In real estate, you can always negotiate. However, with new construction, it depends on the builder and how long the home has been on the market. Developers in new additions like to keep prices near their asking point because homeowners already in the area expect new construction to be comparably priced to what they already purchased. (You’ll appreciate that same courtesy if there are undeveloped lots near the home you eventually purchase!) But, depending on how far along the project is and current market conditions, a builder will often allow a few concessions.
For example, if it’s a recently completed home, you have little to no negotiating powers. But if the home has been sitting fully furnished, like a show or model home, and there haven’t been many offers – then the builder might be willing to work with you. The longer the home has been on the market, the more the builder has invested.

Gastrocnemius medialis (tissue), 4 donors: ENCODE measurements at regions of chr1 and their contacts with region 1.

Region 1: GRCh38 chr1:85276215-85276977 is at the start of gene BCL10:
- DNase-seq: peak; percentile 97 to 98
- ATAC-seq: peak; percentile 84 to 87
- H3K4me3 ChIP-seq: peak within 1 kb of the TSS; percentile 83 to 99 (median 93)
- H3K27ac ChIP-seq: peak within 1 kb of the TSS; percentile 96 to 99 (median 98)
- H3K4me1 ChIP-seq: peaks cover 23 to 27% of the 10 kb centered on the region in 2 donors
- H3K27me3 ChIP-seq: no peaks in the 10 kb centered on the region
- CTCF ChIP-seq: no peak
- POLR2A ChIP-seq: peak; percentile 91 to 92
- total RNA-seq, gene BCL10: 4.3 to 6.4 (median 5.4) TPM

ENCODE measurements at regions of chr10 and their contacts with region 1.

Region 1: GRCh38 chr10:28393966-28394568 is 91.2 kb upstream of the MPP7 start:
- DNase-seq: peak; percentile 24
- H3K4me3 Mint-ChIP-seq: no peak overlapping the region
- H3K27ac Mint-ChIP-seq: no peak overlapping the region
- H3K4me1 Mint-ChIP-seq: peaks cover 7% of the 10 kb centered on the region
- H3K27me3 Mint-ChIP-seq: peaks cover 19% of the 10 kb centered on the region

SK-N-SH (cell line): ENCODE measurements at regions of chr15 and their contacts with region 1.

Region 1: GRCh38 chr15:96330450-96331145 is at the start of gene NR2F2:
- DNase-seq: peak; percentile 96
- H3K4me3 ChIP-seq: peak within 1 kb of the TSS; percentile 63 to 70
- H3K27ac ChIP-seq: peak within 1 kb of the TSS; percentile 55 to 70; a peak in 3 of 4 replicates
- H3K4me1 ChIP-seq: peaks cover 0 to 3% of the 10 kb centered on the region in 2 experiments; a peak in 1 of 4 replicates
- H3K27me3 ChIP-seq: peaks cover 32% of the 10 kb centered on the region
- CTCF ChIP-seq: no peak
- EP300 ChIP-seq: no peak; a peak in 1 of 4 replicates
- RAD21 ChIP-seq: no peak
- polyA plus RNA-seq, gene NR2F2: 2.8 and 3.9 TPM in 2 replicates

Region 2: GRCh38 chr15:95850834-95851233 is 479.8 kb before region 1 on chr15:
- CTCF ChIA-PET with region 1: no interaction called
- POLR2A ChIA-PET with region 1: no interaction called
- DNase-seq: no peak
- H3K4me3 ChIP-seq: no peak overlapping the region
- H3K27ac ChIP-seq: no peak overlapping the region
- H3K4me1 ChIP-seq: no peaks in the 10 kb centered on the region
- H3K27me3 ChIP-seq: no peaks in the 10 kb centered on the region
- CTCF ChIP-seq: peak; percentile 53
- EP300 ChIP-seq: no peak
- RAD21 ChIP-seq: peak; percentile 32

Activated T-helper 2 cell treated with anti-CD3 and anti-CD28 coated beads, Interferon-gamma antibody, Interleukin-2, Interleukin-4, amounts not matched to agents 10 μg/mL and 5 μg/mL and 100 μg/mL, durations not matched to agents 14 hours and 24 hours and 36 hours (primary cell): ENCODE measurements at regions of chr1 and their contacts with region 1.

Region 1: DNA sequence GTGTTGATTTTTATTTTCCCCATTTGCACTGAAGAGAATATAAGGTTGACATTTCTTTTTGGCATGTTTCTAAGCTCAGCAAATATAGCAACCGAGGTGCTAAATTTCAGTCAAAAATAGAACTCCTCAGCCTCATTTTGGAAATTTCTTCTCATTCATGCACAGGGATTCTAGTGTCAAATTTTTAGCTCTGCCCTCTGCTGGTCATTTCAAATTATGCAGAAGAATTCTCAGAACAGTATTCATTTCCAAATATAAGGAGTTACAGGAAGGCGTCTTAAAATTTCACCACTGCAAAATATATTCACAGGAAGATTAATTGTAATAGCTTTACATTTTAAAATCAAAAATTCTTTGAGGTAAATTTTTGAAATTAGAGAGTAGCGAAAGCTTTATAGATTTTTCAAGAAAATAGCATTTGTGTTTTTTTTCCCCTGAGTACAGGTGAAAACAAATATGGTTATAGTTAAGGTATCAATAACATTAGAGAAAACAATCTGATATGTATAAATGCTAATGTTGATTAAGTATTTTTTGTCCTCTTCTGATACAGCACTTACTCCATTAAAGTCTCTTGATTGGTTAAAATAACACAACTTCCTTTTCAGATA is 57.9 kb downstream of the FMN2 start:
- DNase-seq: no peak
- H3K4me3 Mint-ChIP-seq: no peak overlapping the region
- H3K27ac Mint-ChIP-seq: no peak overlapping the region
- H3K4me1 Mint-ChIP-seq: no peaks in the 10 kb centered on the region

You can always ask for assistance in other ways when purchasing new construction. For example, closing costs are one way for you to save without lowering the price of the house. The same goes for amenities – ask for things appliance upgrades, a garage door opener, a fence or landscaping, or an extended home warranty.That can go the other way around, too. If upgrades are already in the contract, try to get the builder to take them out – you might be able to install them later yourself at a savings anyway.
Just because a home is brand new, it doesn’t mean that it is immune from needing repairs. Be sure to get a home inspection before purchase so that issues are handled and also negotiate a home warranty. Then, about 10 or 11 months after purchase it’s worth it to pay for an inspection and get anything else repaired before the warranty expires.